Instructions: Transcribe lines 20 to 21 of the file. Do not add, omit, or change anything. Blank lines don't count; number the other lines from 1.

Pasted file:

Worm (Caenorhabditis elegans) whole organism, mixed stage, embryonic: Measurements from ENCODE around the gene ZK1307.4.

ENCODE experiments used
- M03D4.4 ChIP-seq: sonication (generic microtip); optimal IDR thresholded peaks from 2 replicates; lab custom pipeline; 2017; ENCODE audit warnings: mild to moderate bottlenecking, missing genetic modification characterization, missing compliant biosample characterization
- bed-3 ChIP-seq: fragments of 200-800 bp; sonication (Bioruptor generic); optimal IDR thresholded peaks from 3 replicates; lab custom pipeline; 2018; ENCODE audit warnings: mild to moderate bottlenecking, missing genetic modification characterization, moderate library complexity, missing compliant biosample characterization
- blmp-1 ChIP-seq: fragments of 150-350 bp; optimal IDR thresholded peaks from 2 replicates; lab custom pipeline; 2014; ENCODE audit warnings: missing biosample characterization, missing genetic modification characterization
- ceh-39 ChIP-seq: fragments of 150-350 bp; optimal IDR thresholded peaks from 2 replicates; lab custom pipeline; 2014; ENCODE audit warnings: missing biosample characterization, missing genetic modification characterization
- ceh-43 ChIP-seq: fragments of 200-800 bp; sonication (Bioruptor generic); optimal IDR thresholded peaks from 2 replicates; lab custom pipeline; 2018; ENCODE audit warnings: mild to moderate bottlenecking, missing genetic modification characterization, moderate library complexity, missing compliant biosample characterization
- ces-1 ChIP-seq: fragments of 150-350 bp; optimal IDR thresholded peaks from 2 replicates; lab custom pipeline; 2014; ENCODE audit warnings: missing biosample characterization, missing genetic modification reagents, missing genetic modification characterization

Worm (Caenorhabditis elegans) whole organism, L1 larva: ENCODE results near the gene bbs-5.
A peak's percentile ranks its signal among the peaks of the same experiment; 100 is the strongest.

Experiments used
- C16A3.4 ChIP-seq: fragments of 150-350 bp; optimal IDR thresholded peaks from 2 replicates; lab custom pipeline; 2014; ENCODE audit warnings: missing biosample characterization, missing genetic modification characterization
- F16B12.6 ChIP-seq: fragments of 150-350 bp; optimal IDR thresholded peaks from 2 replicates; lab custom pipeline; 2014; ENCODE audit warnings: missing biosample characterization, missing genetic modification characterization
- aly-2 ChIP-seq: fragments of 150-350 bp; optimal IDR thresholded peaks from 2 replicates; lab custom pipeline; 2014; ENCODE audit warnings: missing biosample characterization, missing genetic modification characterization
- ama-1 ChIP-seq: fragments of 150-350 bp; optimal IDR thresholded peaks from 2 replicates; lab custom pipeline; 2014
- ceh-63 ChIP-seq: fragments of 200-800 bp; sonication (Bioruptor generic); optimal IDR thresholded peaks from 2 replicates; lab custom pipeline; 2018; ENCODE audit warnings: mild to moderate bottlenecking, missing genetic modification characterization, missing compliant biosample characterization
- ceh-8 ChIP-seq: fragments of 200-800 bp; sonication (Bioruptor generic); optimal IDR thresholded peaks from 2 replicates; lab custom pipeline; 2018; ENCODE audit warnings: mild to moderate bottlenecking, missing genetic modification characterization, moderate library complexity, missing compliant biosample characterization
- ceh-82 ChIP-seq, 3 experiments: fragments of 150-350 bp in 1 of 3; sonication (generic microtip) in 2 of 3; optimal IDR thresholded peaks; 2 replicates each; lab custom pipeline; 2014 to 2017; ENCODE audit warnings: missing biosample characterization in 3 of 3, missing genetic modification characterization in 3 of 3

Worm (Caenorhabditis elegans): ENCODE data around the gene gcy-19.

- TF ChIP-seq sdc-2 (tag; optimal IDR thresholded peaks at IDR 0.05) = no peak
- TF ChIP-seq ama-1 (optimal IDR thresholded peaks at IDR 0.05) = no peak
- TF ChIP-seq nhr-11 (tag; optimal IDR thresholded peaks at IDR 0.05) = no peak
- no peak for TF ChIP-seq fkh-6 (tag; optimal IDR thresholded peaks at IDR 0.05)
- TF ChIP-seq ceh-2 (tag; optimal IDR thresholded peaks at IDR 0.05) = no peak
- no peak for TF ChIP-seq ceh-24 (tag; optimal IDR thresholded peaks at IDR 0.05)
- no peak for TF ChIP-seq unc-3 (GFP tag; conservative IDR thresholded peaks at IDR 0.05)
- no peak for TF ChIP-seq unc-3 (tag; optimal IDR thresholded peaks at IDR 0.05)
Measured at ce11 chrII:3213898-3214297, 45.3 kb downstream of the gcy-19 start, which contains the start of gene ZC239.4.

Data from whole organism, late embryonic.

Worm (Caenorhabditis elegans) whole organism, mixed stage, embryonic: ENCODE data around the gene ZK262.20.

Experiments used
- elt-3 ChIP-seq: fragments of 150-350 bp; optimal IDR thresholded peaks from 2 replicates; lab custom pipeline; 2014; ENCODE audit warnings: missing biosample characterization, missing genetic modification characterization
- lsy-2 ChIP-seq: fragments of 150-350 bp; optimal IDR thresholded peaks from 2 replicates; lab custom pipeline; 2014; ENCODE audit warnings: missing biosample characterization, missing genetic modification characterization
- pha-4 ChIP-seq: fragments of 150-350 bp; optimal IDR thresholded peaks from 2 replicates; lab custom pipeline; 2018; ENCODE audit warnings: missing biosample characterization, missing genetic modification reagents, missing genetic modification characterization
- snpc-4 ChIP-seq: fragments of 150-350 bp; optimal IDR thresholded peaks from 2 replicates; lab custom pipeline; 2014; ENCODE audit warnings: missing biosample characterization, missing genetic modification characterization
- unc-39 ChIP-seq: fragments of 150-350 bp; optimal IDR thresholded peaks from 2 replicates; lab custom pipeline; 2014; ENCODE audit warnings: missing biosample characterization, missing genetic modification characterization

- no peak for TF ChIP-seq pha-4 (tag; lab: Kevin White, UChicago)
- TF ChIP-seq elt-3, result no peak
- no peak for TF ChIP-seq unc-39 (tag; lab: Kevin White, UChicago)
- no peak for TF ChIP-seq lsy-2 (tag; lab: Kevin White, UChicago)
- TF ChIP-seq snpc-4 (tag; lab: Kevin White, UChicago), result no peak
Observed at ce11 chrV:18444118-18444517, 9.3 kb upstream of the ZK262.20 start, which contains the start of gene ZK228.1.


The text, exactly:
- TF ChIP-seq sdc-2 (tag; optimal IDR thresholded peaks at IDR 0.05) = no peak
- TF ChIP-seq ama-1 (optimal IDR thresholded peaks at IDR 0.05) = no peak